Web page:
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Date:         Mon, 23 Mar 2009 18:32:15 -0400
Reply-To:     Discussion of Topics for Soccer Referees
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Sender:       Discussion of Topics for Soccer Referees
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From:         Ralph  Bigio <[log in to unmask]>
Subject:      Re: What if the assessor gets it wrong?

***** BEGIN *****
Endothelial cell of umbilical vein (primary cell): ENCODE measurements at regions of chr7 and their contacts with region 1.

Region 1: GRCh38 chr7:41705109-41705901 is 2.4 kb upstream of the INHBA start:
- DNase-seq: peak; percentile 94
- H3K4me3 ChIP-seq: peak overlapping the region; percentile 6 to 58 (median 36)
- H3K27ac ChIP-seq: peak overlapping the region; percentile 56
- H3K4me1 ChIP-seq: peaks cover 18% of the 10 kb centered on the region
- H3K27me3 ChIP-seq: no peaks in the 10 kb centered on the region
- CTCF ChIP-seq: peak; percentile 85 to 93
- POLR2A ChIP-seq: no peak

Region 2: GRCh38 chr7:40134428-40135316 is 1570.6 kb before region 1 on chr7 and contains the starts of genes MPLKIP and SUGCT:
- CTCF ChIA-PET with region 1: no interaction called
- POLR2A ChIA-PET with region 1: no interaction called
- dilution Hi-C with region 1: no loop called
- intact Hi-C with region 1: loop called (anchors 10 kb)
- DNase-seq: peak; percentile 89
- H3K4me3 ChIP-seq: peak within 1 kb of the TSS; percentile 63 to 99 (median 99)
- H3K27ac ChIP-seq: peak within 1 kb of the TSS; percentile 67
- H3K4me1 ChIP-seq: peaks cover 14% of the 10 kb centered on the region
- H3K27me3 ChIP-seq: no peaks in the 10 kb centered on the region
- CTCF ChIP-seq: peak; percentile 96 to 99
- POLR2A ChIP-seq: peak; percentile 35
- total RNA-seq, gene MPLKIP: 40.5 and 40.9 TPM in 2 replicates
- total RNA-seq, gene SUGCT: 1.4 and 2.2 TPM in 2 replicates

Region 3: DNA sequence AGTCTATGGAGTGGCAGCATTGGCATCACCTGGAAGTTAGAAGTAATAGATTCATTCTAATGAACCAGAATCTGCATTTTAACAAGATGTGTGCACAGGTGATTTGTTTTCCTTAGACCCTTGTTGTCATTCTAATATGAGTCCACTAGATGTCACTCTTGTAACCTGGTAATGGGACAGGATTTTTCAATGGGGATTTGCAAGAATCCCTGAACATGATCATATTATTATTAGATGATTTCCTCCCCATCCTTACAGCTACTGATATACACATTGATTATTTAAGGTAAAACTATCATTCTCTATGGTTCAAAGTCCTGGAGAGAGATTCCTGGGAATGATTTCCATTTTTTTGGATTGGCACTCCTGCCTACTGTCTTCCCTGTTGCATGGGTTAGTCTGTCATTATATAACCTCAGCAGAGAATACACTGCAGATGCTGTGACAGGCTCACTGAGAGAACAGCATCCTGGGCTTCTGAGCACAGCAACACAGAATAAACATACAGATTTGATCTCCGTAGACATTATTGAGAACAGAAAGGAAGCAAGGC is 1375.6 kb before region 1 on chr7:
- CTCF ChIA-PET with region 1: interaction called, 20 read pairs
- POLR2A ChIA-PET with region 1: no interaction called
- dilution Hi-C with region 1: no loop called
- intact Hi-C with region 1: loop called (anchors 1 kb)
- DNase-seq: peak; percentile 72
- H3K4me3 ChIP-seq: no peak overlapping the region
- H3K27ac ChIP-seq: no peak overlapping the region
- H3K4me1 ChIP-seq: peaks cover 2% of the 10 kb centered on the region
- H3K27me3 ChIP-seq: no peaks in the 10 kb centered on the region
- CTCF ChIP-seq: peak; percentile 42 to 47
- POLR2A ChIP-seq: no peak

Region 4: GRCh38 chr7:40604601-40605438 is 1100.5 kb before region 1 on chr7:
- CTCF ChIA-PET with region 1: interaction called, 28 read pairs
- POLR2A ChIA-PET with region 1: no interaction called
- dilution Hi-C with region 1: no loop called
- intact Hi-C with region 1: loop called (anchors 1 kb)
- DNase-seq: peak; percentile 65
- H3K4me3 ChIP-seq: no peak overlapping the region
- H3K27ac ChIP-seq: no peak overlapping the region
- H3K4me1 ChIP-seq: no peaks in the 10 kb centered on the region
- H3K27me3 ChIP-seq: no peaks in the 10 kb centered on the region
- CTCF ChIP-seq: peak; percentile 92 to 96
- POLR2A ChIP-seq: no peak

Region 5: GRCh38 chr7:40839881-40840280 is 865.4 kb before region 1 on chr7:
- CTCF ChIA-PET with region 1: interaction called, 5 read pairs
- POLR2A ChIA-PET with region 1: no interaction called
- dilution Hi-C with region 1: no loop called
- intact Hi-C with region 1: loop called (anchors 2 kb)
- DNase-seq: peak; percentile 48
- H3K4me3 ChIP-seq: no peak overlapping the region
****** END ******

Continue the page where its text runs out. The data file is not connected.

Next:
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It wasn’t a case of AR2 doing her own thing or insisting rather than assisting. It also wasn’t a non-standard instruction. I think it was just nerves and/or inexperience. Here’s what actually happened. When discussing end-line calls, I included “if the ball crosses the end line on your side of the goal but you’re not sure who touched it last, put your flag straight up and I will make the call”. I gave a similar instruction for touch-line calls. AR2 was only in her third season, so I added that there should be a flag *every* time the ball goes out of play, either direction or straight up, according on circumstances. Before the game, AR2 had helped me with the player check-ins, and we chatted informally about the game, her experience, and her ambitions. She was 17, in her third season as a ref, had plans to advance, and was working several games in that weekend’s tournament. She was relaxed and chatty, so I think she was comfortable working with me. Around the 20th minute, players were challenging for the ball in AR2’s corner. I was at the penalty arc. I saw the ball cross the end line, so I looked for her flag but it stayed down. Players hesitated, then resumed playing, and a few seconds later it crossed the touch line in her corner. This time she signalled TI. I went over to her and quietly asked if the ball had crossed the end line. She said it had, but she wasn’t sure who had touched it last. I quietly reminded her to put her flag straight up in such cases, then I signalled CK and resumed my position. There were no further incidents, and she followed that instruction afterward. The rest of her game was fine - good eye contact, good positioning, and good signals. Under Teamwork, the assessor’s written report said “You did have a pre-game instruction with one of your AR, unfortunately the other had a game previous your match and had to rush, so no time for a long briefing. You place one of your AR in a delicate position when you went to see her, maybe if it was touched in your pre-game instruction by just asking her if the ball is out of play with a flag straight up.“. I look for positives in this comment as some of you suggested. I don’t overuse the delay-restart-to-consult-AR thing so I wouldn’t change my game-time response. In this case it was necessary in order to get the correct restart and to make sure AR2 understood what I wanted her to do. Even though I’m conscientious about my pre-game, tune it to my audience, and observe the ARs’ responses while I'm talking, I’m sure I could improve it. But I got more information about the quality of my pre-game from AR2’s non-call than I did from the assessor’s comment. Again I should note that his comments in other areas *were* helpful, and that he correctly noted a couple of problems & bad habits that I was able to correct in the next day’s game. I got good value from this assessment and noted that fact in my comments to the assessor and to the Referee Development Committee. I don’t want to leave the impression that I am complaining about the whole assessment. It was only this Teamwork paragraph that irked me. And one more minor detail. ARs were not part of the post game discussion - they both had other game assignments. BTW - You mentioned that the US scoring system is changing. It has been changing here in Canada too, although I don’t know if the change is nation-wide yet. Each referee is now graded according to the standard *for that level*. A score of 70 means you met the standard for *your* level, regardless of the level. Above 70 means you exceeded the standard, and below 70 means you did not meet it. Ralph On Mon, 23 Mar 2009 14:56:20 -0700, Patrick Duffy <[log in to unmask]> wrote: >I think the normal process during the debrief, if the AR has done >something outside the normal parameters, is for the assessor to ask the >AR "What were your pre-game instructions from the referee regarding X?" >If the pre-game instruction was, for example, don't call anything in the >penalty area, then the assessor turns to the referee to ask "Why did you >give that instruction?" and it goes from there. If no calls in the >penalty area wasn't the CR's instruction, then the AR should be asked >what he/she saw and we can go from there. If they didn't see what >happened, what was their position, where were their eyes looking? If >they had a good reason to be directing their attention elsewhere, then, >fine, there really isn't anything more to say about what was missed. >"Open your eyes" is not valuable feedback to an official. > >Patrick Duffy > >-----Original Message----- >From: Discussion of Topics for Soccer Referees >[mailto:[log in to unmask]] On Behalf Of doug smith >Sent: Monday, March 23, 2009 2:35 PM >To: [log in to unmask] >Subject: Re: What if the assessor gets it wrong? > > > >I guess I see a distinction between an AR challenging (gently) an >invalid instruction in the pre-game, and ignoring an instruction after >the match starts. I would much rather take an extra minute before we >start to get us all on the same page; if an AR doesn't (or can't) >understand me, or the referee insists on doing things invalidly, I have >the option of sending her away, or walking away (if I'm the AR). I >don't have the option of proceeding when we are at cross purposes. > > > >In that vein, I have sensed an undercurrent, during these discussions of >a difficult assessment, of trying to affix or deflect blame. If one or >more of the referees has screwed up, the key issue should be why, not >who. If the pre-game was inadequate, that is the area to fix; if it is >referee-AR communication, then that is; if an AR has ignored the >referee's instruction, I hope I am a good enough assessor to discern >that without the referee pointing fingers. > > > >I would much rather have the referees engendering trust in (and >trustworthiness with) each other than scoring brownie points off each >other in the assessment. But that could be just me. > > > >Doug Smith > >USSF 06 USSF Instructor USSF Assessor > >ex-NISOA NF Oregon > > >> Date: Mon, 23 Mar 2009 12:54:33 -0700 >> From: [log in to unmask] >> Subject: Re: What if the assessor gets it wrong? >> To: [log in to unmask] >> >> There are some instructions from a CR that I would not follow. >> 1. "Don't call any fouls in the penalty area." Of course the usual >admonitions of giving the CR a chance depending on his position and >point of view as well as eye contact would apply. I have had a national >instructor/assessor tell that this is simply an incorrect instruction >and the CR would fail an assessment for giving out such an instruction. >> 2. "Don't mark down misconduct or goals." In these cases I mentally >note who and what happened and would write them down at an appropriate >stoppage. This is based on personal experience where my CR didn't >realize he gave out two yellows and didn't give the red until I got his >attention to tell him what happened. >> >> ...larry >> >> -----Original Message----- >> From: Discussion of Topics for Soccer Referees >> [mailto:[log in to unmask]] On Behalf Of Ron Leedy >> Sent: Monday, March 23, 2009 12:06 PM >> To: [log in to unmask] >> Subject: Re: What if the assessor gets it wrong? >> >> Neil Montgomery wrote --> >> >> > - he didn't like your instructions at all and just went his own way >> >> How does an AR leaving the world of "assisting" and enters the world >of "insisting" become the CR fault in his pre-game? I don't always like >the instruction I get from my CR but I always follow them. Or try my >best. If there is an instruction that doesn't follow the GTP than I ask >about it but he is the boss during the game. I will assist and support >him as a teammate. Only when we are away from the players do I comment >or become quizzical about why he made a call or refused to apply the >LOTG. >> >> Ron Leedy >> >> >> __________ NOD32 3955 (20090323) Information __________ >> >> This message was checked by NOD32 antivirus system. >> http://www.eset.com > >_________________________________________________________________ >Get quick access to your favorite MSN content with Internet Explorer 8. >http://ie8.msn.com/microsoft/internet-explorer-8/en-us/ie8.aspx?ocid=B03 >7MSN55C0701A